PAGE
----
Our digital review of Milan fashion week has just gone live, and in it we uncover which trends, prints and designers got the public talking most. Milan gave us two directions: one, the minimalist route, functional and clean with a stark palette, square cuts and acres of pure white. The second option played into the hands of those who serve their fashion with a pinch of fun. Maximalism in the form of big floral prints, clashing of textures and heavy embellishment allowed Milan to flaunt it’s craftiest wares. It was the retro vein of this outré offer which really won the consumers over; it came top of the most-talked about themes thanks to investment from Prada, Moschino and Dolce & Gabbana.
The designer causing the biggest buzz comes as no surprise – Gucci has done it again, despite presenting a radically different collection to last season’s winner, with their rainbow-hued revamped 70s-luxe. That’s the thing about Milan, its genius is measured and reliable, a reassuring presence on the fashion month calendar. The second and third places held too for Prada and Versace; the former a trend creator, whose new directions send ripples across the industry, and the latter a powerhouse in supplying their loyal fans with what they love best.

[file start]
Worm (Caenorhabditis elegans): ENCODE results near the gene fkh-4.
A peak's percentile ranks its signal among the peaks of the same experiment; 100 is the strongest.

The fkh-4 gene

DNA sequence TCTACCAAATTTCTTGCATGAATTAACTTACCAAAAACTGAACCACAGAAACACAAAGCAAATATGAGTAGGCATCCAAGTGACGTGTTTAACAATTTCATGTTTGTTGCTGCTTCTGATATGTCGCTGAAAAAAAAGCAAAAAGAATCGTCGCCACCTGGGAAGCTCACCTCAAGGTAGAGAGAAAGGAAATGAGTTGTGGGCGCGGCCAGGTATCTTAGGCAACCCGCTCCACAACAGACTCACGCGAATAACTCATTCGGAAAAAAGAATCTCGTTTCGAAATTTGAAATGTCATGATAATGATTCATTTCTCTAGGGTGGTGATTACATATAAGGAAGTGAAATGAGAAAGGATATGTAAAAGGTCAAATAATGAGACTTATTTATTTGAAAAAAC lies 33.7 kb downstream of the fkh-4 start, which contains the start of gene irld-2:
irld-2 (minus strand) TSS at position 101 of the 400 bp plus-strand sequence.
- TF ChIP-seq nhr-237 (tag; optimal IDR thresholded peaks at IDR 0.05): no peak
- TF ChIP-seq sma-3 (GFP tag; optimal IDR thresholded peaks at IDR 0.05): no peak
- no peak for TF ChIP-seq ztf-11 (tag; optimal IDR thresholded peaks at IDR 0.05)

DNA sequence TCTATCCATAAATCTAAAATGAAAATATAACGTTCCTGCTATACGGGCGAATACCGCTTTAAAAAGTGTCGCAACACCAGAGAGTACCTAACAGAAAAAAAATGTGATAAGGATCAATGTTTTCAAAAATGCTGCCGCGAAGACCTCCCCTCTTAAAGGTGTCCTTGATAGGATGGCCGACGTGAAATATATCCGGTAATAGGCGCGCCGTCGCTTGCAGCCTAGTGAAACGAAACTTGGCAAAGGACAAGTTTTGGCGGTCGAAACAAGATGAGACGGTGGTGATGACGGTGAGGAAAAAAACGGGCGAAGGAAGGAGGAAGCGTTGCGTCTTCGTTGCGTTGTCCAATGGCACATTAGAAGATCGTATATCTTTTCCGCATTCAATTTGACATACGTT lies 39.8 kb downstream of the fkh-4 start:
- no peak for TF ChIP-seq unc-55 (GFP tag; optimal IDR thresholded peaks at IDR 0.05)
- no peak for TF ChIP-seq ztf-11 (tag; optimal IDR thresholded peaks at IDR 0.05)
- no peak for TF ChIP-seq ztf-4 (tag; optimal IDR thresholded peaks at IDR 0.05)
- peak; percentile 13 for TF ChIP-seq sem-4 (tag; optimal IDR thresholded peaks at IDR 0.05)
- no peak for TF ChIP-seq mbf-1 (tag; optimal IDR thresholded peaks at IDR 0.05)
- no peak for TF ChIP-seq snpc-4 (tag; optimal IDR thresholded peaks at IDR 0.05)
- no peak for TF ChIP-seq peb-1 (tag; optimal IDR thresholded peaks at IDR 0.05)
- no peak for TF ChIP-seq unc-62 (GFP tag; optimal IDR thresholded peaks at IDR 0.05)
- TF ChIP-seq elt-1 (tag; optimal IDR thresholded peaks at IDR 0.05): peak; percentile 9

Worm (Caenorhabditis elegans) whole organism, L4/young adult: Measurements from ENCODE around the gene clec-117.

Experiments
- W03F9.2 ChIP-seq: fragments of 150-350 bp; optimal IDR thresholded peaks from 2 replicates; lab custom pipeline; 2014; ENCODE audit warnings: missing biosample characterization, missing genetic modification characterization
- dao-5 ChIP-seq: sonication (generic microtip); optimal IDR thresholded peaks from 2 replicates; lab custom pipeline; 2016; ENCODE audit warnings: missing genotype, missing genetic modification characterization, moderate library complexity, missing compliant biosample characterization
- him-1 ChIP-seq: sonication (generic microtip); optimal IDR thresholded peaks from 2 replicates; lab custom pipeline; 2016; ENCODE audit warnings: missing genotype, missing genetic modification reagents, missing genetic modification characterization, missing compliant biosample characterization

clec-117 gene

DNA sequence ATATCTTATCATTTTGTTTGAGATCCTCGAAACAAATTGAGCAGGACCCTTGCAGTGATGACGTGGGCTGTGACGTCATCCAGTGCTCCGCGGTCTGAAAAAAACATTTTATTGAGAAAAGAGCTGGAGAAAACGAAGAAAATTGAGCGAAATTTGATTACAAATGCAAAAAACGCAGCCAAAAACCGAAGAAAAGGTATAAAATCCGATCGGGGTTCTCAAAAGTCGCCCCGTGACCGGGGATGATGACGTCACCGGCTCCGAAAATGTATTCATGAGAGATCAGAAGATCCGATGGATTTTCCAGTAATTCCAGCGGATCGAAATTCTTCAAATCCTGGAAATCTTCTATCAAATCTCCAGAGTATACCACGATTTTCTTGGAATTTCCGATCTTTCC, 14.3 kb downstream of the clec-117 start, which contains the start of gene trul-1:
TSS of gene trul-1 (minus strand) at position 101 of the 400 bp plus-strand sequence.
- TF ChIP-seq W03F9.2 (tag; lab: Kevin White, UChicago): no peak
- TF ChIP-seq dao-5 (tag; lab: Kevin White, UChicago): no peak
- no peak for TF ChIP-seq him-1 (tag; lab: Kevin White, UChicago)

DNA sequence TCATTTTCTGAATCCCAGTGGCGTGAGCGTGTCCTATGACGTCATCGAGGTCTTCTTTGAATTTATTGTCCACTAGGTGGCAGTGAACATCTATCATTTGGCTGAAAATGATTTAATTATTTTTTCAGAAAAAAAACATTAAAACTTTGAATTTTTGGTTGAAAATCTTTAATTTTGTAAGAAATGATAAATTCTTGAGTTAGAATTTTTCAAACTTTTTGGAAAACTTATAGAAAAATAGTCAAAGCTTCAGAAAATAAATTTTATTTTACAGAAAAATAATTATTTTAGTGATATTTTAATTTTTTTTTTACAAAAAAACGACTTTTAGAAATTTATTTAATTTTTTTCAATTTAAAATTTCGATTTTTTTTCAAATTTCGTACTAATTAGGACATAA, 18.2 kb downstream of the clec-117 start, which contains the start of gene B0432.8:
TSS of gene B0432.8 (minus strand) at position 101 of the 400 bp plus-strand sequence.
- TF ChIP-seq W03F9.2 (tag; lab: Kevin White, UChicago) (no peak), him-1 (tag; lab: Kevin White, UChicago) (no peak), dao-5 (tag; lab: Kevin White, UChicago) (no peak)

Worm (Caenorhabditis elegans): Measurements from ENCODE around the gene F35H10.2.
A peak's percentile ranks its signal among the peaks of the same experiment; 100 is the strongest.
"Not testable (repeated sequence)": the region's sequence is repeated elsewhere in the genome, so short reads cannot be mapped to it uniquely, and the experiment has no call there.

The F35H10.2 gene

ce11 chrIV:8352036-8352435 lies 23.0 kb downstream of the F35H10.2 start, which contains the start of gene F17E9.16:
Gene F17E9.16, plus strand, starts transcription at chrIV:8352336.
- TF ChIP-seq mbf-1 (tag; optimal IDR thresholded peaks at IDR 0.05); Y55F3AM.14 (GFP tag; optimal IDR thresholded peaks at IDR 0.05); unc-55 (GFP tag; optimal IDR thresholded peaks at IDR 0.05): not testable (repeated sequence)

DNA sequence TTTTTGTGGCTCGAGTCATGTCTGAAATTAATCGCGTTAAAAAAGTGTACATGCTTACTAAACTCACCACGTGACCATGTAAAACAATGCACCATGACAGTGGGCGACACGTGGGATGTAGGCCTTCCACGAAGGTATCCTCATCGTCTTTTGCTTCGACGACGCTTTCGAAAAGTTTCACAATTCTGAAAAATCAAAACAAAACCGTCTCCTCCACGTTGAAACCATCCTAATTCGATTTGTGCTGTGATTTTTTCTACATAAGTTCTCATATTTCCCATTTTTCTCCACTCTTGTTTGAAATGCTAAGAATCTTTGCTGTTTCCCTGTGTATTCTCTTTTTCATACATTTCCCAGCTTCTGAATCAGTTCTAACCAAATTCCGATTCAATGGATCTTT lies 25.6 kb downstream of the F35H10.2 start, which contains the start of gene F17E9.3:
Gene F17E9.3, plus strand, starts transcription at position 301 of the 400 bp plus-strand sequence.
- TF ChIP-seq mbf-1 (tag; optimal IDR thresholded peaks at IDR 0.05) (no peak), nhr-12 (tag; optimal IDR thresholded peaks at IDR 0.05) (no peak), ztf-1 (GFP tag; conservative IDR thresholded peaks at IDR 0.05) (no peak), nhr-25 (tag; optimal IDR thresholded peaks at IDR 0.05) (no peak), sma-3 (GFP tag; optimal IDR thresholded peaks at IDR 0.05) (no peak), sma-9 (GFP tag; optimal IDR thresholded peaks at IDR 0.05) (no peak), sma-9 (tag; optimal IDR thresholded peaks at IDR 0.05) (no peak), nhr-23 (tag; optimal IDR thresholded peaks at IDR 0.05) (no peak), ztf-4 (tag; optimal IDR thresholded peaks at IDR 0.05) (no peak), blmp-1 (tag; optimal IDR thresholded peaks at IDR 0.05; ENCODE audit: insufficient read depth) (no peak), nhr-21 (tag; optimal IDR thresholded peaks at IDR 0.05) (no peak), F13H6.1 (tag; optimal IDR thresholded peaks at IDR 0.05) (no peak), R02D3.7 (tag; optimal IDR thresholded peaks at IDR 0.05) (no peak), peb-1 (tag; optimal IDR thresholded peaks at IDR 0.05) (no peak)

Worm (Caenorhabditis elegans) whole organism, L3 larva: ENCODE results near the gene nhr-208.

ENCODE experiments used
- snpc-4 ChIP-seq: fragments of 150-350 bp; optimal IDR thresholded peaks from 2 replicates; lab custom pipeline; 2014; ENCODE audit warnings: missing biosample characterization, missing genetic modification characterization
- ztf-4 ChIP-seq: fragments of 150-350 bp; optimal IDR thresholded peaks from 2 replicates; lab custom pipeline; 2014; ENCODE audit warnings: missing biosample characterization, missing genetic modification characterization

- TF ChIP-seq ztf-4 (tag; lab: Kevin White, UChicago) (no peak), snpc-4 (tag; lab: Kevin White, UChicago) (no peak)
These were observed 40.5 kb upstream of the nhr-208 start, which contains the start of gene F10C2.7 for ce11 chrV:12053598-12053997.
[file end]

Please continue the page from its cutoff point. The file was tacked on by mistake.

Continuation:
Milan has been criticised for burying its head in heritage, while ignoring the digital dawn. This season saw change afoot, with Versace launching their ‘digital flagship’, upping their e-commerce offering and tapping into that trend of direct to consumer. Going live as MFW kicked off, items from the entire range of Versace’s collection are available in a brand-saturated site. And Donatella is behind it: “Online shopping has never been so sexy and fun.” Very Versace. Armani, too, took a digital leap, becoming the first brand to collaborate with Spotify. Their official account allows users to access a branded playlist. Giorgio’s ‘Eccentrico’ static exhibition this week doesn’t have us fooled. He’s no eccentric, he’s a businessman with a good grasp of where this game is headed.